Years back, when I was 17 and had just dropped out of Presidency College in the hope of making a career in writing, I met P. Lal. He was The Professor. I, a collector of rejection slips – dreaming of the Great Break.
Of course the Great Break never came. It never does, in that sense. But in Lal I found my first publisher, the first person in my life who actually went out of his way to encourage a novice poet and, instead of lecturing him on the pitfalls of the iambic, told him that he was doing the right thing by chucking up his studies and getting down to the business of writing straightaway.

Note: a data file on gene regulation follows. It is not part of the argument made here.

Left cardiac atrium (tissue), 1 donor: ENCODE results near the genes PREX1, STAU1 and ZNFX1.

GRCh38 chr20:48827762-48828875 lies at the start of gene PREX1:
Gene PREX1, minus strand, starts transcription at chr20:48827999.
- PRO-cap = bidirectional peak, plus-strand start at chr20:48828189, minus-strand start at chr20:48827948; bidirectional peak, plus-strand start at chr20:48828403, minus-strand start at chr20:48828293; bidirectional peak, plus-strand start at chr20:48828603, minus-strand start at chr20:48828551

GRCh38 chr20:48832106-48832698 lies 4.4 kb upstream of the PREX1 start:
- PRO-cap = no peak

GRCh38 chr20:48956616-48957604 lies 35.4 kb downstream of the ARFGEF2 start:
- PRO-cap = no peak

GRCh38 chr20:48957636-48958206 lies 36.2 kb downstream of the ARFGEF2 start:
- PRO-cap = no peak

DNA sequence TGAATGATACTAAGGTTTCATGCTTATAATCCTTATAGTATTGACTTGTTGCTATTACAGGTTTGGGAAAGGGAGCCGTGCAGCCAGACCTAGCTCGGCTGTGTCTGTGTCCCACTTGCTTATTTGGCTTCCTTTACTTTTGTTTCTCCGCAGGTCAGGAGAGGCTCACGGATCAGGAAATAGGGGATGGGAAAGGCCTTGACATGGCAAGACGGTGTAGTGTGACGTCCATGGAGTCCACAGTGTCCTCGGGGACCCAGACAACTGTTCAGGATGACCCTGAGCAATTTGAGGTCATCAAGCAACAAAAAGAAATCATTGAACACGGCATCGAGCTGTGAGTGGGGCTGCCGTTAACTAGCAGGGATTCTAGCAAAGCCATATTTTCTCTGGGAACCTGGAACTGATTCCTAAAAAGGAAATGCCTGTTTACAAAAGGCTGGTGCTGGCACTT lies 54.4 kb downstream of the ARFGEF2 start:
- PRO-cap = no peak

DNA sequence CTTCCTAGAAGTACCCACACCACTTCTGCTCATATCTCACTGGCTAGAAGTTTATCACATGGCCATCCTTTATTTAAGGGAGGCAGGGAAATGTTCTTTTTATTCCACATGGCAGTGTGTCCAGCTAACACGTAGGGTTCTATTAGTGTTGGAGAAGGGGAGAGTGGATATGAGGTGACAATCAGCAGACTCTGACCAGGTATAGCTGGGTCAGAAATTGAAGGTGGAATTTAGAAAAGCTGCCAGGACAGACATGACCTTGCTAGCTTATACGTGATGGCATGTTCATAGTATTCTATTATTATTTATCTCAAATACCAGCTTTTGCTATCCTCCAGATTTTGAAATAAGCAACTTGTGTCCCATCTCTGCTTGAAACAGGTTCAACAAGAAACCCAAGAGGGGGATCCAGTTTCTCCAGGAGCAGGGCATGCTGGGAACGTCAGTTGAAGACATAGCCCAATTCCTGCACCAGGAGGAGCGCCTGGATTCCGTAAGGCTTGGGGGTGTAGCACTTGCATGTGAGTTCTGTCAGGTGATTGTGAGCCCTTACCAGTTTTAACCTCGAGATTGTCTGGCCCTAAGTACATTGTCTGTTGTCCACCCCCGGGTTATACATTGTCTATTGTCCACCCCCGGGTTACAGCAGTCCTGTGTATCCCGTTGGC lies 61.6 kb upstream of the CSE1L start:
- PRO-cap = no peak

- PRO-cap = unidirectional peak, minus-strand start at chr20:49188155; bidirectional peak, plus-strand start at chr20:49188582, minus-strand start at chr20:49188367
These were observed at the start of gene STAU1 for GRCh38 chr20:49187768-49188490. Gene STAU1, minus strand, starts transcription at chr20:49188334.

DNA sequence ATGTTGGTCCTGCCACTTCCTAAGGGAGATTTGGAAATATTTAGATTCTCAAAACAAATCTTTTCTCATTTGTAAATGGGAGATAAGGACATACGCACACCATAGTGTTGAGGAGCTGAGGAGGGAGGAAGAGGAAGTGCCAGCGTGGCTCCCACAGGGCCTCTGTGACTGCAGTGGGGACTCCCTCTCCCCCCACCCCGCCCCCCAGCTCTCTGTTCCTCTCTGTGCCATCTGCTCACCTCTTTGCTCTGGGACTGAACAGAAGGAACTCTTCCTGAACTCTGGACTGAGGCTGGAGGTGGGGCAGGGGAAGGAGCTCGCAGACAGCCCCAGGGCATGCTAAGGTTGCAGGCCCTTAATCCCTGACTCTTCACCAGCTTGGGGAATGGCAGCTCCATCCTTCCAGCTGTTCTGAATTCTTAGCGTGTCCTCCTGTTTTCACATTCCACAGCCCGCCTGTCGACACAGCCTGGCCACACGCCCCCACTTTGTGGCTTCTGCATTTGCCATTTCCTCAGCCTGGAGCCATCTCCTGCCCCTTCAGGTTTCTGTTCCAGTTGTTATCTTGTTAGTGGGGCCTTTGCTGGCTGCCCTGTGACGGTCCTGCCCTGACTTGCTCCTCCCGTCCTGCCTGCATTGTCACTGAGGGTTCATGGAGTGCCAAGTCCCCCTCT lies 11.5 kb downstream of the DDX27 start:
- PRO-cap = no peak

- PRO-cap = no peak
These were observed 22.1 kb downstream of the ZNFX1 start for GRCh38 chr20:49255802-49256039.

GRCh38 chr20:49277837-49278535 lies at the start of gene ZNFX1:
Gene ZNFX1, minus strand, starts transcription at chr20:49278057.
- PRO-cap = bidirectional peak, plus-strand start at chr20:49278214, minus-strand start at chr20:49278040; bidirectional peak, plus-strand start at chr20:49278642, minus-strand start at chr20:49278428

In that sense, he gave me the confidence no one else was willing to offer.
I still remember how fastidiously he published my first book of poems, in a small flatbed treadle in the garage next door. How he published so many others, who would have never appeared in print but for Lal’s fierce dedication to making available the work of Indian writers in English. Many of those he published for the first time are major writers today and most of them – like me – have moved so far away from Lal and his WRITERS WORKSHOP that people don’t even remember it was The Professor who had discovered them.
We were, of course, almost uniformly ungrateful to him. For we never respect those who give us a leg up. It embarrasses us.
Editor: The Illustrated Weekly of India (1989)